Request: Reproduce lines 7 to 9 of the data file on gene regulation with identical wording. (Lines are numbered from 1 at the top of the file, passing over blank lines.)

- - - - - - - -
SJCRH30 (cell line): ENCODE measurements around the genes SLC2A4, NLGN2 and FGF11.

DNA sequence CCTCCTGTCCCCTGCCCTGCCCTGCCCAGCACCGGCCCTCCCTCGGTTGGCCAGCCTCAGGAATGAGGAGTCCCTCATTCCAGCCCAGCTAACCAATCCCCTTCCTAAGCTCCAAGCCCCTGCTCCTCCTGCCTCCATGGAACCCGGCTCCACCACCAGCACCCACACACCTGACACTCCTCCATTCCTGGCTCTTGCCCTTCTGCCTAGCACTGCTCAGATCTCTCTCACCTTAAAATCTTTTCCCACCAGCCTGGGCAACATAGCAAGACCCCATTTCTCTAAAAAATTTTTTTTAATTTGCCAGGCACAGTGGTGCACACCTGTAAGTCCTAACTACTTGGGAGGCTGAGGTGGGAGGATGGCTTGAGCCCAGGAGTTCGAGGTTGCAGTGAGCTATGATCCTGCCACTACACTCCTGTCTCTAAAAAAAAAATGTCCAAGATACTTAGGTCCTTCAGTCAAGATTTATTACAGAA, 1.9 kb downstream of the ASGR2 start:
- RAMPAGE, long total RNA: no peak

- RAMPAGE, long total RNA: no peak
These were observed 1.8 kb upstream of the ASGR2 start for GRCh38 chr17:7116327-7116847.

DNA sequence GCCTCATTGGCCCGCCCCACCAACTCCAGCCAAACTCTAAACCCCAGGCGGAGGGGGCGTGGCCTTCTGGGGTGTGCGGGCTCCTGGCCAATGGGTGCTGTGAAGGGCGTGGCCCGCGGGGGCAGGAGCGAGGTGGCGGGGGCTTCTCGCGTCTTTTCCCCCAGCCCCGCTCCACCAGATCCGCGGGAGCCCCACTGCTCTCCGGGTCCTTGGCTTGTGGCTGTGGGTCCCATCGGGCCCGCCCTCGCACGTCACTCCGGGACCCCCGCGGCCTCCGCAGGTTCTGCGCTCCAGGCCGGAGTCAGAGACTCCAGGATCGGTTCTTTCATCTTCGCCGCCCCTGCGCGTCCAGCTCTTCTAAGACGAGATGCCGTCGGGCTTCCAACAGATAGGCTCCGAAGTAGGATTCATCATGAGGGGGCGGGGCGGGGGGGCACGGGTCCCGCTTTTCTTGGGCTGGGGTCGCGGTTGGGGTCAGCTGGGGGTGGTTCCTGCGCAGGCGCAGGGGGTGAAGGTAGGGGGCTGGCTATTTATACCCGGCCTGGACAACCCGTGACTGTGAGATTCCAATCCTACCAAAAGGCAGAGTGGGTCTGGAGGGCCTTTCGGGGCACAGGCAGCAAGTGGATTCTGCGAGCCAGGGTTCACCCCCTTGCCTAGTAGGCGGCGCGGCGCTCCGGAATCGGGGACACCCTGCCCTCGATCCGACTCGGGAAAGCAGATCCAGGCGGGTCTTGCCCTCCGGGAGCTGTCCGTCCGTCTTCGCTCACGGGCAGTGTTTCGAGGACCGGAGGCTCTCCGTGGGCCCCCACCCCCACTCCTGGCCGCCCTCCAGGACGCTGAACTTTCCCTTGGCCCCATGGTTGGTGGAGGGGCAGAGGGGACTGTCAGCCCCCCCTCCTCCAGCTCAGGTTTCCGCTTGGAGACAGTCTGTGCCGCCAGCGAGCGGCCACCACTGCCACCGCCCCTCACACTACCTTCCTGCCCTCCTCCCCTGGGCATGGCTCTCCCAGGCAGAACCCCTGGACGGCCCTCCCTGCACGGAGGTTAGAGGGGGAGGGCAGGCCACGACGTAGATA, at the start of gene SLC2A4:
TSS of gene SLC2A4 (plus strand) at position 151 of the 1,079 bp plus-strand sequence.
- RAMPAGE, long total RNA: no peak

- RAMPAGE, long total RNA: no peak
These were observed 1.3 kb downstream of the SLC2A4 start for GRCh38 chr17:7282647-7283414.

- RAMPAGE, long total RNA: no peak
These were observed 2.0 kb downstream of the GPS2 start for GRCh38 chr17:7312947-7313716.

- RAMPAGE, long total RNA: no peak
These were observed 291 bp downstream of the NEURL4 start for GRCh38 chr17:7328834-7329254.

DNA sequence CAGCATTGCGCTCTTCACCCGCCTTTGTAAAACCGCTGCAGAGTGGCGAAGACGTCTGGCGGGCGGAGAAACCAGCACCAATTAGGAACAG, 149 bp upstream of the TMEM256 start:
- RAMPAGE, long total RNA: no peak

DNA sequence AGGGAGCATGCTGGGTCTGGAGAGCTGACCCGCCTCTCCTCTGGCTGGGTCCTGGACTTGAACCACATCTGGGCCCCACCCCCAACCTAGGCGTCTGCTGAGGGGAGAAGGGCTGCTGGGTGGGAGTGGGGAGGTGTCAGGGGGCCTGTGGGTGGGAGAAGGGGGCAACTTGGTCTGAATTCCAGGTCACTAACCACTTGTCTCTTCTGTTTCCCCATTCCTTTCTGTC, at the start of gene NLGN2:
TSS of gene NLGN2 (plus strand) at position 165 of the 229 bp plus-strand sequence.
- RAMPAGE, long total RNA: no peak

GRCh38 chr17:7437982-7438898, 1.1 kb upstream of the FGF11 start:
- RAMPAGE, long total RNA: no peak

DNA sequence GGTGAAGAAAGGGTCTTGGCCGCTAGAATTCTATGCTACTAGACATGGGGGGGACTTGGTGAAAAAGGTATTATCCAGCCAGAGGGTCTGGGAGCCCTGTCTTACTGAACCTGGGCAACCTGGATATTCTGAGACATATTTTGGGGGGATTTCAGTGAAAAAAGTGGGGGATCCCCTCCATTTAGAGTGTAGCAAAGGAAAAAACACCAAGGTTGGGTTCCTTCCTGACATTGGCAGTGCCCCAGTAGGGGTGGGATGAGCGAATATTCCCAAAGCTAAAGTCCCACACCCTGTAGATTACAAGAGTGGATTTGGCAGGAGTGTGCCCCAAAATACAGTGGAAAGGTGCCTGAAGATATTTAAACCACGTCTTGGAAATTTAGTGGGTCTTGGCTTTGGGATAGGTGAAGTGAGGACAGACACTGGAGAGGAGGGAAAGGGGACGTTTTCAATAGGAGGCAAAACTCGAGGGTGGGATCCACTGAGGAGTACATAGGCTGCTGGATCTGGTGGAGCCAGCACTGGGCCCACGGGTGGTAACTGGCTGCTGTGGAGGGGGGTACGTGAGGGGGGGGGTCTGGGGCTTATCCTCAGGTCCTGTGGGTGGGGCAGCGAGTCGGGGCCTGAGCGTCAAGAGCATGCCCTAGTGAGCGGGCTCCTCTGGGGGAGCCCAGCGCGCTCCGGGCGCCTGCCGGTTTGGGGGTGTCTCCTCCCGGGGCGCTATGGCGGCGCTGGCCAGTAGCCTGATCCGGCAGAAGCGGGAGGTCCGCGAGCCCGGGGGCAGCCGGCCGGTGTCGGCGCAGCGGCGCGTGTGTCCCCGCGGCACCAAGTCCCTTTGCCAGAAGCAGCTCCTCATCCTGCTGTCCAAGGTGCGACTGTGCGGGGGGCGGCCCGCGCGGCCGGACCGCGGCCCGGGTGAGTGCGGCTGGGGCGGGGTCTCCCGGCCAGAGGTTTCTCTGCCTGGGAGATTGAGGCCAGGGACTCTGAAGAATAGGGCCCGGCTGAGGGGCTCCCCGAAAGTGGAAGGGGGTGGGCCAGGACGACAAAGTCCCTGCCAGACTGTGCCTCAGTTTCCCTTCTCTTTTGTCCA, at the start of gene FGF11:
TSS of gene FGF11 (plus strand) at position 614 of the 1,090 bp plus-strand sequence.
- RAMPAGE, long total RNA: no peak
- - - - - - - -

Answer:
TSS of gene SLC2A4 (plus strand) at position 151 of the 1,079 bp plus-strand sequence.
- RAMPAGE, long total RNA: no peak

- RAMPAGE, long total RNA: no peak